FidoNet Echomail Archive
bama

<<< Previous Index Next >>>

From: Roger Nelson
To: All
Date: 2016-11-30 14:23:40
Subject: The Mystery of Coronal Heating

The Mystery of Coronal Heating
Published on: Nov 30, 2016
 
Imagine standing around a roaring campfire, roasting s'mores. You feel the
warmth of the flames as the marshmallows crackle. Now back away. You get
cooler, right?
 
That's not how it works on the sun. The visible surface of the sun has a
temperature of 10,000 F.  Backing away from the inferno should cool things
down, but it doesn't.  Instead, the sun's upper atmosphere, or corona,
sizzles at millions of degrees - a temperature 200 to 500 times higher than
that of the roaring furnace below.
 
https://www.youtube.com/watch?v=RkUqX1TkiZo
 
For more than a half-century, astronomers have tried to figure out what
causes the corona to be so hot.  It is one of the most vexing problems in
astrophysics.
 
Solar physicist Bart De Pontieu of the Lockheed Martin Solar &
Astrophysics Laboratory says, "The problem of coronal heating was
first discovered in the 1940s. The problem involves a variety of complex
physical processes that are difficult to directly measure or capture in
theoretical models."
 
On June 27, 2013, with campfires blazing around the USA, NASA launched the
Interface Region Imaging Spectrograph (IRIS) - a space-based solar
observatory designed to get to the bottom of how the solar atmosphere is
heated.
 
"IRIS studies the transition region between the sun's surface and the
corona," explains De Pontieu, who is the science lead of the
observatory. "It can track the temperature and motions of hot gas at
unprecedented spatial (0.33 arcsec), temporal (2 s) and spectral (2 mi/s)
resolution."
 
Most researchers agree that the corona is probably heated in several
different ways. For instance, plasma waves from the sun can rise into the
corona and crash, depositing their energy there. At the same time,
"heat bombs" could be going off. These explosions happen when
magnetic fields in the corona criss-cross and realign, exploding like a
miniature solar flare.
 
One of the big questions of coronal heating has been: Is the corona heated
everywhere at once, or is heat delivered in discrete, bomb-like events?
 
De Pontieu says, "These two possibilities are very different, but the
distinction can be difficult to observe."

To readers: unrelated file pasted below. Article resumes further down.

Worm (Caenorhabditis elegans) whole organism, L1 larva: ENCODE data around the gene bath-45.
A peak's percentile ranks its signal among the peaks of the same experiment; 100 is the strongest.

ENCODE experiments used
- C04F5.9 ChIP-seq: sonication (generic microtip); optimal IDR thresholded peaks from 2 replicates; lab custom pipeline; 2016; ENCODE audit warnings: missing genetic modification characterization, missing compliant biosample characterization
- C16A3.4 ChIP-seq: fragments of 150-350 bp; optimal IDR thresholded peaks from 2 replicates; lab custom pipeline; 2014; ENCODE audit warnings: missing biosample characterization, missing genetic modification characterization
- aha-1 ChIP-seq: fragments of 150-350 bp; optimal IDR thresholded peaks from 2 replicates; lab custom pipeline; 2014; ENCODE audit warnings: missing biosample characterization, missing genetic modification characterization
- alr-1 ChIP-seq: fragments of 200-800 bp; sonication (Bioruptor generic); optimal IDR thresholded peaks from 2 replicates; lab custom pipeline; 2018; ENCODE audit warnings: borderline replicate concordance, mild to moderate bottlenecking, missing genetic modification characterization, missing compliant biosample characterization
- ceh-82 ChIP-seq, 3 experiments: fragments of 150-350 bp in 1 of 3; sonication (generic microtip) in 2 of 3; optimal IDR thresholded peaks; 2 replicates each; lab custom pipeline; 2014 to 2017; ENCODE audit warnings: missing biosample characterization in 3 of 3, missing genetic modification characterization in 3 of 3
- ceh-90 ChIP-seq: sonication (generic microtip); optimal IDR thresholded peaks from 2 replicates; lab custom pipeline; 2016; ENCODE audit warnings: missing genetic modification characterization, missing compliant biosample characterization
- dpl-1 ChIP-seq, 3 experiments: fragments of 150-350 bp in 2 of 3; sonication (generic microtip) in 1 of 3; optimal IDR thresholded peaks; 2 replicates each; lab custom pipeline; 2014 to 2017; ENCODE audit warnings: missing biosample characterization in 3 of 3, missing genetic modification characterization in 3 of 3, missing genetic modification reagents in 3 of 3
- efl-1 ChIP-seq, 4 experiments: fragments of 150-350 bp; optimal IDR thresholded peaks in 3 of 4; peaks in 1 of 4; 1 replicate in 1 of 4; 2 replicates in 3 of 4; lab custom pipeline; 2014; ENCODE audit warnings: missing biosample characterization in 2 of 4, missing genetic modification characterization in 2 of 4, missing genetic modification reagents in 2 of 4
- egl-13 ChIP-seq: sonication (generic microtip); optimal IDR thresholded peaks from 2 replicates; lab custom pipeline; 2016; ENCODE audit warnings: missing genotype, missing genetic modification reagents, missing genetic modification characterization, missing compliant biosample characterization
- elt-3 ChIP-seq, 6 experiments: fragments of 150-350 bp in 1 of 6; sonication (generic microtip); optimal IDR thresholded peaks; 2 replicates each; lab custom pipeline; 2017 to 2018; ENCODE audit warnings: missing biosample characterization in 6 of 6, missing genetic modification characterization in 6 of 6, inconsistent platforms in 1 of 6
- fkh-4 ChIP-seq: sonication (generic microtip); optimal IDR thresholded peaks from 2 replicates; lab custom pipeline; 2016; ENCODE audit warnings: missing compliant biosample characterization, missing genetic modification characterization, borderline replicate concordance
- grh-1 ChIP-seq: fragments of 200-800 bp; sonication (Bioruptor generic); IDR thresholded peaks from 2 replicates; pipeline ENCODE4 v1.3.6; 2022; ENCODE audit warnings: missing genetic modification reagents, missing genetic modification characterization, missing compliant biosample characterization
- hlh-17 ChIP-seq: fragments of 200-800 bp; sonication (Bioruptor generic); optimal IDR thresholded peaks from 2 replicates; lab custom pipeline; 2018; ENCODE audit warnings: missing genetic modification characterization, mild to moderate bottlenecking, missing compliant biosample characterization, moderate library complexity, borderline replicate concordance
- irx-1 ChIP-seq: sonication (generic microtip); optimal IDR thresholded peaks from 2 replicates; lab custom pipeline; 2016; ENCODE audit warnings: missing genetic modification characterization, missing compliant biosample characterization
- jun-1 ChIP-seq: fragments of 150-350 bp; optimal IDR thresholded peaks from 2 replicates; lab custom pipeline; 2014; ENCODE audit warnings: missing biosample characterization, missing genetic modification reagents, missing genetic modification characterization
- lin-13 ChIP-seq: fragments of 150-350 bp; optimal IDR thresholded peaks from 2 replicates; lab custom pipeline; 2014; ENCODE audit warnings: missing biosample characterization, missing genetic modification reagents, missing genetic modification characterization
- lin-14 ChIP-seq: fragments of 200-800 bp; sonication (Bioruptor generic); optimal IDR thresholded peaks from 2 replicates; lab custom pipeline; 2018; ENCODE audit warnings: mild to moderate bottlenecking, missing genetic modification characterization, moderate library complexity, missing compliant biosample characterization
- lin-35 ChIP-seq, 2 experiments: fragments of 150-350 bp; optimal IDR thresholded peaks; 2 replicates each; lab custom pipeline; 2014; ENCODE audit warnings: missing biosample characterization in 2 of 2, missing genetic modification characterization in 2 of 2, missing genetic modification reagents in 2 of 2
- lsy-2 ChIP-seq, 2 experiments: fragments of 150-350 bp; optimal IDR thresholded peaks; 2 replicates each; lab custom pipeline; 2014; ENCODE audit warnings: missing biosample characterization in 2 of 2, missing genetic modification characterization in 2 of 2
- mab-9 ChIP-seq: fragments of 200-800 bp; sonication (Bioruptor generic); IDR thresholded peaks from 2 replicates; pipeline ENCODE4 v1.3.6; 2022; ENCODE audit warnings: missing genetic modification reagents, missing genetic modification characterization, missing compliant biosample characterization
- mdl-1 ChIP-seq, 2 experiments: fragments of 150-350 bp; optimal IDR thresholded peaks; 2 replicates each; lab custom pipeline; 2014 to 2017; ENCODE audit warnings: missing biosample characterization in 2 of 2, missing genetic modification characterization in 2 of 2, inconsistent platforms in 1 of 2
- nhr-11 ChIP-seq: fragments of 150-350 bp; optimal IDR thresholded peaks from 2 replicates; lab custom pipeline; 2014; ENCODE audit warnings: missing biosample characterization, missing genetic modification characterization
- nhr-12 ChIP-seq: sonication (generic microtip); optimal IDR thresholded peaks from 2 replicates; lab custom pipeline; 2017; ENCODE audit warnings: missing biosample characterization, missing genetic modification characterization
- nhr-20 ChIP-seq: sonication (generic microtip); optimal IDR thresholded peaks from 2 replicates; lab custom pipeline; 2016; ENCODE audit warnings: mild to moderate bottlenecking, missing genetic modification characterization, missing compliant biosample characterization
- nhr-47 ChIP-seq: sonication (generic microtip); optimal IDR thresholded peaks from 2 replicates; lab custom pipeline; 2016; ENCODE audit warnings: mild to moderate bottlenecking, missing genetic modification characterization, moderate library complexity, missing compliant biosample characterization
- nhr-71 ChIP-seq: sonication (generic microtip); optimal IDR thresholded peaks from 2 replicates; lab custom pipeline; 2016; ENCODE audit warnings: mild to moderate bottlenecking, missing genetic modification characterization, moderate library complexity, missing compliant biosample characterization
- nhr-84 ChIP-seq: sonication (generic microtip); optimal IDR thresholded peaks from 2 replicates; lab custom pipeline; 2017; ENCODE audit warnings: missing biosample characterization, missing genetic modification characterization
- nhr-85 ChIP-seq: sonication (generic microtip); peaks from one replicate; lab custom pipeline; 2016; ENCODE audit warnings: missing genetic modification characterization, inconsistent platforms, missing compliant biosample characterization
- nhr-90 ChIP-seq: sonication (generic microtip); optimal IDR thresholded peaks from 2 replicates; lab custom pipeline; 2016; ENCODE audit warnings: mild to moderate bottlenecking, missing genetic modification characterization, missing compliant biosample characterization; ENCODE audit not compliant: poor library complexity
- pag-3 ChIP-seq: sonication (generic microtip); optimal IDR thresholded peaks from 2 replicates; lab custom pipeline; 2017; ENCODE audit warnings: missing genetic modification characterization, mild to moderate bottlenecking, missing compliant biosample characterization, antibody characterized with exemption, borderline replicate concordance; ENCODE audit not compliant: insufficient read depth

The problem is the corona is a great thermal conductor. If a heat bomb goes
off, the resulting heat rapidly spreads out over a large region. Blink, and
it looks much the same as uniform heating.
 
Fortunately, IRIS never blinks. A recent observation by the observatory's
spectrographs has found evidence for these discrete, explosive events.
 
Paola Testa of the Harvard-Smithonian Center for Astrophysics, lead author
of the paper reporting the results says, "Because IRIS can resolve the
transition region ten times better than previous instruments, we were able
to see hot material rushing up and down magnetic fields in the low corona.
This is compatible with models from the University of Oslo, in which
magnetic reconnection sets off heat bombs in the corona."
 
Testa emphasizes that other heating mechanisms may be at work, too. Even
so, these new observations could help tease out how much of the heating
comes from discrete heating events, helping researchers sort out a
decades-old puzzle of great complexity.
 
For more news about big mysteries, stay tuned to science.nasa.gov.
 
 
Regards,
 
Roger

--- DB 3.99 + W10 (1607)
 * Origin: NCS BBS - Houma, LoUiSiAna (1:3828/7)
SEEN-BY: 120/544 123/500 138/146 140/1 153/7715 154/10 203/0 221/0 1 6 227/51
SEEN-BY: 230/0 240/5832 249/303 261/38 266/512 275/100 280/464 5003 288/34
SEEN-BY: 342/17 77 423/120 633/267 640/384 712/620 848 770/1 2320/100 3828/7
@PATH: 3828/7 140/1 221/0 6 154/10 280/464 712/848 633/267


<<< Previous Index Next >>>